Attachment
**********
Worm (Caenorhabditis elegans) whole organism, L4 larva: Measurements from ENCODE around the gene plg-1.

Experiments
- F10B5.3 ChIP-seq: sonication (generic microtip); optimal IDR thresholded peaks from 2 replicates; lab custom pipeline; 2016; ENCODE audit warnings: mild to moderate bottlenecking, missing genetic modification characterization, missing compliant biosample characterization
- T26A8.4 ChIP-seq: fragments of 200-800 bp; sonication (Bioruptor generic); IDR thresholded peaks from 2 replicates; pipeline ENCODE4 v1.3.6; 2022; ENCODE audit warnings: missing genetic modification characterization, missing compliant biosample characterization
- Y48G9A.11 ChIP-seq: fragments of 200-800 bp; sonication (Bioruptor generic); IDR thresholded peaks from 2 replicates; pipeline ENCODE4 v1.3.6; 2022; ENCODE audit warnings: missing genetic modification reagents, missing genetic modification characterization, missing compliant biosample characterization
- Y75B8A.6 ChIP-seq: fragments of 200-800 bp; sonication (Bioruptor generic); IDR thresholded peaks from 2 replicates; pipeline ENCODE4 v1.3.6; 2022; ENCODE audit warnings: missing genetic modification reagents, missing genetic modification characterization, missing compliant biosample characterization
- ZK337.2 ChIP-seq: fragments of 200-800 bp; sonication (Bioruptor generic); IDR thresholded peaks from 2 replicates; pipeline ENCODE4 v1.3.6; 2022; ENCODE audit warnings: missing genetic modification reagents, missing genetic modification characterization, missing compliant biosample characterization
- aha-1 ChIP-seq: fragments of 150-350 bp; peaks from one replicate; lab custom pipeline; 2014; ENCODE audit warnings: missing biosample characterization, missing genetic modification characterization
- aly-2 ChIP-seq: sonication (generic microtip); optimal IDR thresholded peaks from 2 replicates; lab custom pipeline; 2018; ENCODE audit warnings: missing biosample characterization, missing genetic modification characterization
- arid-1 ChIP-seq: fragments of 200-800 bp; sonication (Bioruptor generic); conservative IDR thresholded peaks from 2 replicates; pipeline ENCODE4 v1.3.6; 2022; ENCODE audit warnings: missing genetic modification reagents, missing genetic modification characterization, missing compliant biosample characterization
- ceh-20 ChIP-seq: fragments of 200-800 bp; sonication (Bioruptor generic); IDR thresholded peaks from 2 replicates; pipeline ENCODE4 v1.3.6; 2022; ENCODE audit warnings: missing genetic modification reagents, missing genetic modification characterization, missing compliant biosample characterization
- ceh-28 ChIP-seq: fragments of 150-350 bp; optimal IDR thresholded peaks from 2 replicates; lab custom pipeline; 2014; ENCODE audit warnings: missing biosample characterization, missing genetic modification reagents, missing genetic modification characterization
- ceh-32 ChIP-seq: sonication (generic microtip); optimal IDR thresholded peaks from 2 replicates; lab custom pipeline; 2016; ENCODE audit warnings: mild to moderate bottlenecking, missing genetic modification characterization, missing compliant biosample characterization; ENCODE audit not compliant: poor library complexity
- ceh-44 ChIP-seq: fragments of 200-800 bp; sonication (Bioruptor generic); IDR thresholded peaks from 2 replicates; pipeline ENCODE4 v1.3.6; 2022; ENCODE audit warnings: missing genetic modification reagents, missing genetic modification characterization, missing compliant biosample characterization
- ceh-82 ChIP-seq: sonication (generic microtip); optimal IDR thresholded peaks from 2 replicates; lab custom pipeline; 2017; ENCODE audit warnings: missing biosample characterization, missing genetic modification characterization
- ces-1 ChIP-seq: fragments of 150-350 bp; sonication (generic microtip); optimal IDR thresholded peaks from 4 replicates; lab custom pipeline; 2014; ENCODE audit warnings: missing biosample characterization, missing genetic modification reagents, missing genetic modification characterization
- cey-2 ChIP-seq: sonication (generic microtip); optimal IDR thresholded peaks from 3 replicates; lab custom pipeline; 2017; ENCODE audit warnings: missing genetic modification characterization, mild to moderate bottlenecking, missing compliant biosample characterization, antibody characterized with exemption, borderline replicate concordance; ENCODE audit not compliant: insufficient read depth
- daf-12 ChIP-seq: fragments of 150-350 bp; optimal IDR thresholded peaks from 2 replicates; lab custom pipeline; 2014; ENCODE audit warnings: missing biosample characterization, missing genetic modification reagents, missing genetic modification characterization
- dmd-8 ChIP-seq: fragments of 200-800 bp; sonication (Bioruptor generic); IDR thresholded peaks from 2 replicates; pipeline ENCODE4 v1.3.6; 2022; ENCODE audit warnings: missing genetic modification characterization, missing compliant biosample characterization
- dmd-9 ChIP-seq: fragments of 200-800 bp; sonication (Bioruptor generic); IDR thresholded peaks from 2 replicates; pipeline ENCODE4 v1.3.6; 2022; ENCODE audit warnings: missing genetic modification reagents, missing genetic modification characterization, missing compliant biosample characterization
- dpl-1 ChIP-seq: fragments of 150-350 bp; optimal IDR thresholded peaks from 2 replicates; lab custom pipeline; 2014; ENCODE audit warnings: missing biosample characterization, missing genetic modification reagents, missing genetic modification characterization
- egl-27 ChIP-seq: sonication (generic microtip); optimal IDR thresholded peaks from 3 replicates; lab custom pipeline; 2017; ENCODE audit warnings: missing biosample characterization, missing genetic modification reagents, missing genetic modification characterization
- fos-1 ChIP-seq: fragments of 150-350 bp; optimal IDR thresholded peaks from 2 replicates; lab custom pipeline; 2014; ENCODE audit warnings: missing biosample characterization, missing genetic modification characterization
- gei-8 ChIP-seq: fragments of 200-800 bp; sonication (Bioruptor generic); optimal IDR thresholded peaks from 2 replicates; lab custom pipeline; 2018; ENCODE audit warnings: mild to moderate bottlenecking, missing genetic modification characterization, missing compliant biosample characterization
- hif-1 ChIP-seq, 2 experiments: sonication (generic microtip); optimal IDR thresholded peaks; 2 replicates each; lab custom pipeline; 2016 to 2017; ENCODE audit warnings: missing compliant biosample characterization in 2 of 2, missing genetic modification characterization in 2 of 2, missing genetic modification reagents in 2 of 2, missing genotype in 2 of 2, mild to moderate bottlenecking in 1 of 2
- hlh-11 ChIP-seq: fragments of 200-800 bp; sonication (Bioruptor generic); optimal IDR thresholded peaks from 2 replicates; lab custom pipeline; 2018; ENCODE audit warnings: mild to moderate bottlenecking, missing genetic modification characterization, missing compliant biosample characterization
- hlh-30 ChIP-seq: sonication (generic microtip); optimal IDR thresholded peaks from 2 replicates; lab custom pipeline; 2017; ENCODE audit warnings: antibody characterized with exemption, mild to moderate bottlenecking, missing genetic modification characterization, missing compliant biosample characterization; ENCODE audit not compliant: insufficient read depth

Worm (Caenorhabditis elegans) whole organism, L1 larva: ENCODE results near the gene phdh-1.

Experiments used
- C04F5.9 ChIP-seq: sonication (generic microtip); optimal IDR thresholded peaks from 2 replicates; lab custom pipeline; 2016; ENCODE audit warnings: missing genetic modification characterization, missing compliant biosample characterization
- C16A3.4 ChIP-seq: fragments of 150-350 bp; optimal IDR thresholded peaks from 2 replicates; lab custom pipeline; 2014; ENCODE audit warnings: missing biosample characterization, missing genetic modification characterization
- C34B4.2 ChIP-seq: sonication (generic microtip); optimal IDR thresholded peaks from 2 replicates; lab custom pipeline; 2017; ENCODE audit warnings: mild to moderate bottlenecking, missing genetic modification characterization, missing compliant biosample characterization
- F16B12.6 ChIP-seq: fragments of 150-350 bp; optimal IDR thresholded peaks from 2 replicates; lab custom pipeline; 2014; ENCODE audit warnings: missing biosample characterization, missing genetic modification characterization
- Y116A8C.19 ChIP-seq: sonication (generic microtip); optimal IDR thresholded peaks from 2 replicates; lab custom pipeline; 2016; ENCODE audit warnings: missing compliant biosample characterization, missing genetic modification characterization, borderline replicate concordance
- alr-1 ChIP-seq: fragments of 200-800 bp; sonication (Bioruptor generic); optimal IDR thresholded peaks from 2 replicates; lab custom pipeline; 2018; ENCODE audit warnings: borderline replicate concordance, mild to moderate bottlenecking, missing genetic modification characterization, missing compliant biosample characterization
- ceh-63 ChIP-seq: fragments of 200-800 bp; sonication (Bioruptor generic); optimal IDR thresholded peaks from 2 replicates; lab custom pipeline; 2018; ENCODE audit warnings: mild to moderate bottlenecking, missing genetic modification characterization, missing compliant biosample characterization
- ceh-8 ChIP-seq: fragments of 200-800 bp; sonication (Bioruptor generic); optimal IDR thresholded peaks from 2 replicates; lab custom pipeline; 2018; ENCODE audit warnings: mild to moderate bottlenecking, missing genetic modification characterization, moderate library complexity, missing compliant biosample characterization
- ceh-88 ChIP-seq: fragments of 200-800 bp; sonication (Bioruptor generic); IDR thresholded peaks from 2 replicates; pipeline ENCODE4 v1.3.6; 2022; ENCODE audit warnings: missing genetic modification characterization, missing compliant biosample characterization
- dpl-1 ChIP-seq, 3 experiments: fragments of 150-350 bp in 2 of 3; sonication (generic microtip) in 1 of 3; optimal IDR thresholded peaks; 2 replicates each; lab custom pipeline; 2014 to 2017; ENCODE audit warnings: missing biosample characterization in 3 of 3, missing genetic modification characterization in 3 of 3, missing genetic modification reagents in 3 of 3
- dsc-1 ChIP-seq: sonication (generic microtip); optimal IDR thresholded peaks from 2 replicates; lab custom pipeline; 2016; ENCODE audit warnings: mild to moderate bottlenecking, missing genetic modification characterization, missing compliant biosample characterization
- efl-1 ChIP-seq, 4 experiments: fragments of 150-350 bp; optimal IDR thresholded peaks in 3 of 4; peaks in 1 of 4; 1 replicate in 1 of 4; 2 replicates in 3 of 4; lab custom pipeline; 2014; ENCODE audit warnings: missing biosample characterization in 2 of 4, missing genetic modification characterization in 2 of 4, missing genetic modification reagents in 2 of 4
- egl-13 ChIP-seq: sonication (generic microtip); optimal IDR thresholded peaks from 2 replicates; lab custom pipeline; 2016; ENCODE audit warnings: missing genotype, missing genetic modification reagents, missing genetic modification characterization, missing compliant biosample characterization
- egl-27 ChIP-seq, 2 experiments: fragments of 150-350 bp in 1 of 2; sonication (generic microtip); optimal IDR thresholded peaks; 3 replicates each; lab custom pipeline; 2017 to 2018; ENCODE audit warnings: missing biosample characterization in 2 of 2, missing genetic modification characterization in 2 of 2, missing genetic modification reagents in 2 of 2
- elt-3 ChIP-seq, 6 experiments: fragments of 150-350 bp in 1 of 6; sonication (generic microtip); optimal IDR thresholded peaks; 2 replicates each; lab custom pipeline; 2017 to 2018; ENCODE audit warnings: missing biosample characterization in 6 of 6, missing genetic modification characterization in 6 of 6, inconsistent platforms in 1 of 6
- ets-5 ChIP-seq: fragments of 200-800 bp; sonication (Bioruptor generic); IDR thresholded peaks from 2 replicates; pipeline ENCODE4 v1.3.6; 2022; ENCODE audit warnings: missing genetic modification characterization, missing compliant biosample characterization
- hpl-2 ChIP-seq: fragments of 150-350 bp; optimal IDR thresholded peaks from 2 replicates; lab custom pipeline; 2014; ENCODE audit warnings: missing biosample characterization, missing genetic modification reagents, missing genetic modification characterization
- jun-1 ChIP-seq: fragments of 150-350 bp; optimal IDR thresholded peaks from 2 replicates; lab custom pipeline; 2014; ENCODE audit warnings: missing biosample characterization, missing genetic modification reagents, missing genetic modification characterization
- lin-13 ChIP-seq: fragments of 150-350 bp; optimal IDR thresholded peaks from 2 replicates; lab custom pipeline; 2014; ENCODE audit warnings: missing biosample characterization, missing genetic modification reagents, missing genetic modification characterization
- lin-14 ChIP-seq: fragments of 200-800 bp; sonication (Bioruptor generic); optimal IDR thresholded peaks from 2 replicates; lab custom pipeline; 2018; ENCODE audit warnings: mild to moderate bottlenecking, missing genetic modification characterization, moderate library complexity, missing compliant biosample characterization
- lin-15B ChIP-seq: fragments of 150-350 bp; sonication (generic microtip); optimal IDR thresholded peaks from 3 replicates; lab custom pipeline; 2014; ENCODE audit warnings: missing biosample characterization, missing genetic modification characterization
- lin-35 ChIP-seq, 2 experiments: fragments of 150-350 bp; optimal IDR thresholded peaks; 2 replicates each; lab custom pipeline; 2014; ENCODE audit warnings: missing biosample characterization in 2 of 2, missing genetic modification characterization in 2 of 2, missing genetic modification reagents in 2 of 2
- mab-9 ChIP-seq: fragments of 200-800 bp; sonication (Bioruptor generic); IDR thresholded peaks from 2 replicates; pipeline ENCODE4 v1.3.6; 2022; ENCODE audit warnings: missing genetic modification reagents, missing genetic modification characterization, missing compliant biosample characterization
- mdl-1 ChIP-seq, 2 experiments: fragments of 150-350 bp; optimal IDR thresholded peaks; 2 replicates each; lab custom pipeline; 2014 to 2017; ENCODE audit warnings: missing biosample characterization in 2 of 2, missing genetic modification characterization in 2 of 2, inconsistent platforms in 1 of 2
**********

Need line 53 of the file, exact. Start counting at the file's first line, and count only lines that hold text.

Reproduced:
- mdl-1 ChIP-seq, 2 experiments: fragments of 150-350 bp; optimal IDR thresholded peaks; 2 replicates each; lab custom pipeline; 2014 to 2017; ENCODE audit warnings: missing biosample characterization in 2 of 2, missing genetic modification characterization in 2 of 2, inconsistent platforms in 1 of 2